From the comments on An Open Letter to Facebook:
"They haven't learned that the new, softer dictatorships do not make the same mistakes as the old ones when it comes to enforcing conformity and rigidity of thought and they have the technology to make that task much easier.
This isn't the fight to give up on. "
Lo and behold, Mr. Overlord -
this comment alone is worth to elaborate another post on!
Your wish is my command...
Since the beginning of time, information has been the key to the acquisition and preservation of power.
Data, in various forms, is the most important resource known to Man. Mankind advances by the incremental discovery, collection, organization and diffusion of data. It is so useful, whether it is put to purposes good or evil. No civilization can exist or survive for very long without a variety of databases, social, cultural, scientific, historical, mathematical, political, religious, and whatnot, that people can access, make use of and refer back to.
This is objectively axiomatic.
I know this because I have spent my entire life swimming in a sea of knowledge, facts, evidence, numbers, compilations, measurements and the extracts mined from this ore of input, collected from disparate sources, refined like metals, stored and disaggregated, poured and labored over, tested, accepted and rejected and continuously experimented upon.
We live by testing what we think we know and then adjusting what we think we know based on the results of the testing. Each test adds to our database of knowledge incrementally, and we build upon it. And even the data that fails the tests is still useful. In the IT industry we have a saying:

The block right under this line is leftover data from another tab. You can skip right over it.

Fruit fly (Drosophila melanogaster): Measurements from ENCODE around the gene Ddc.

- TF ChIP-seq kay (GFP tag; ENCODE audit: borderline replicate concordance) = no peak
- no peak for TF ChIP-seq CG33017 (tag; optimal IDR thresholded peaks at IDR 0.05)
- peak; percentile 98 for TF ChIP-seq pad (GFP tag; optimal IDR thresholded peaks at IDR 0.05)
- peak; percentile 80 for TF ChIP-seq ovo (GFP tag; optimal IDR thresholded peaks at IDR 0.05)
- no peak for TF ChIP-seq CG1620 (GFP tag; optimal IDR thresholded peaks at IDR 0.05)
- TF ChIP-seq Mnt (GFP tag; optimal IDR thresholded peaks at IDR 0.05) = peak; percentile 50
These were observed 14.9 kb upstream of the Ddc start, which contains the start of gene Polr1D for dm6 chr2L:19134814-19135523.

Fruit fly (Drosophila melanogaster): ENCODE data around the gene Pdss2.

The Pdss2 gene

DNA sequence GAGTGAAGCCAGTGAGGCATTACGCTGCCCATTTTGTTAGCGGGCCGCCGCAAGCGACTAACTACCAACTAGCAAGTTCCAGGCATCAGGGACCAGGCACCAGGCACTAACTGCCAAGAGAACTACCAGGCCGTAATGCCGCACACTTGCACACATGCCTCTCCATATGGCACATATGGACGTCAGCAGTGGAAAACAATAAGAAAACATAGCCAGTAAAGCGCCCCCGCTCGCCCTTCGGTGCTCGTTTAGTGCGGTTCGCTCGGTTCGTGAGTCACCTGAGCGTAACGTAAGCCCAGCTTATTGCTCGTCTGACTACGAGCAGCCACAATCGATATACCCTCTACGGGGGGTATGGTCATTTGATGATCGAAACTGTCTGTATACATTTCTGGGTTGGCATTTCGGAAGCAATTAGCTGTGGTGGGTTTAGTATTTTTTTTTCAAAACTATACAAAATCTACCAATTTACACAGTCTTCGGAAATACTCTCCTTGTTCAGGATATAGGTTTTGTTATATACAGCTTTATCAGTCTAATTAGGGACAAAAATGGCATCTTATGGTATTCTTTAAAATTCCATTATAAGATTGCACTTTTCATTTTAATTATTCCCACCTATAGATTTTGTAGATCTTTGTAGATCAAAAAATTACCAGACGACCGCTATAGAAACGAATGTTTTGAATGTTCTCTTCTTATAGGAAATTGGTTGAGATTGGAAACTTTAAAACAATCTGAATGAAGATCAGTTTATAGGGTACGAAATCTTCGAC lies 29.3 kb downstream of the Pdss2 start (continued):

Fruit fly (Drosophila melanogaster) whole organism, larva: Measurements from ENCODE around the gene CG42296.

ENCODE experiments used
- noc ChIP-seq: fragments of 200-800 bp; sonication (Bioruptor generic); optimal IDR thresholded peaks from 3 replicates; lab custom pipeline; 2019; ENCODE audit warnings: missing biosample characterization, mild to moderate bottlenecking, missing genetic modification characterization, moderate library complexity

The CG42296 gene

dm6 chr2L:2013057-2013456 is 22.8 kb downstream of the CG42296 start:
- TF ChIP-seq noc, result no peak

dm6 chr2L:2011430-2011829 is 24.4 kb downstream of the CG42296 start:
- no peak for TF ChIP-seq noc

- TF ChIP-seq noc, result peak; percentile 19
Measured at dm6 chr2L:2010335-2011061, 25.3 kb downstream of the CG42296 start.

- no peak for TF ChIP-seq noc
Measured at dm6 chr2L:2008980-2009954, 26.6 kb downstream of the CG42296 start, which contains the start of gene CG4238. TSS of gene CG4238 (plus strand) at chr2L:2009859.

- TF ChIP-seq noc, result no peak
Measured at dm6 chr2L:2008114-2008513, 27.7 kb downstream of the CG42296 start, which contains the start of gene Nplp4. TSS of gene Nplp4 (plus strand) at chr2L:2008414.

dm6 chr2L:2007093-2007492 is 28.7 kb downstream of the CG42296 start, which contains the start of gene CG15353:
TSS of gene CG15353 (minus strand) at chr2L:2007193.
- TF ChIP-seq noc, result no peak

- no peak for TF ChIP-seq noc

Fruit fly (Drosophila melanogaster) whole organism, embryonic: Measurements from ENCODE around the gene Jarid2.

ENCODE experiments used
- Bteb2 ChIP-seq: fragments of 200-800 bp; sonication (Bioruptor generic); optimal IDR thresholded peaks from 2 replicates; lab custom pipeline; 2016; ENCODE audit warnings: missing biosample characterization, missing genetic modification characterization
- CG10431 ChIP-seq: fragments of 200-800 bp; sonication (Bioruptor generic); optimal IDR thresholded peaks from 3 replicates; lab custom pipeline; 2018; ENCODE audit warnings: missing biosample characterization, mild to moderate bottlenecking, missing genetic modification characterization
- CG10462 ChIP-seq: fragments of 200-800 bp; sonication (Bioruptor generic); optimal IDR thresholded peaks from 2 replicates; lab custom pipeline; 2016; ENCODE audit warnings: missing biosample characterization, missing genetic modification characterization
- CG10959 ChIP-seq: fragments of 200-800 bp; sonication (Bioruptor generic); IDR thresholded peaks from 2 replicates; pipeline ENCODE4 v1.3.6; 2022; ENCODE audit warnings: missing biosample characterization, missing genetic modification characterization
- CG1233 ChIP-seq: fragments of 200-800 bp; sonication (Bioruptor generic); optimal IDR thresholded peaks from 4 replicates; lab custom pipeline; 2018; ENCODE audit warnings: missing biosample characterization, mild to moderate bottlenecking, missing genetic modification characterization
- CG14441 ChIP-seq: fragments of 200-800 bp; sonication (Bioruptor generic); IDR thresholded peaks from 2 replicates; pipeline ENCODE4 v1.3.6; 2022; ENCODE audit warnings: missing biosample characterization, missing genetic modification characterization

"We didn't fail...we've just achieved a negative success."
I'll spare you all the gory details, but when your Overlord was a mere boy of 18 (this was in 1985), several weeks before he had even graduated high school, he was introduced to a world he did not know existed when he walked into an over-refrigerated room in 2 World Trade Center and saw an awe-inspiring sight: an IBM 3081 processor (pictured above) and the accompanying hardware of massive disk and tape drives, tractor-trailer-sized laser printers, a cacophony of beeps and buzzes and the ever-present hum of electricity and the swish of chilled air. The flashing lights, the multi-colored displays, the swirl of activity as humans serviced machines.
He was enthralled.
And what was supposed to be a summer job before the Overlord went off to kollege to study history -- perhaps to even become a professor of such -- became a career. He was hooked. By the time the summer was over, he had excelled in the minor, grunt-work tasks assigned to him, had asked the pertinent questions, took the notes, begged and pleaded to be exposed to more of this wonder, and they hired him on full-time.
Nearly 37 years later the Overlord can boast a resume and accomplishments in the field, working his way up from mainframe operator, to shift supervisor, to Data Center Manager in charge of $2-billion in hardware and software for a Fortune 10 (he worked for a couple of those over the years), later becoming a systems programmer with automation as his specialty, and then entering into the private IT consulting business.
And he never spent a day in kollege, and didn't get his degree until he was in his 50''s...and this was achieved with technology, too -- distance learning (it works, folks).
So, I think I'm in something of a unique position, from the standpoints of IT professional and student of history (because I never gave that up) to be able to tell you, without argument, that I KNOW what data can do and how those who sit in positions of power put it to use, for good or ill.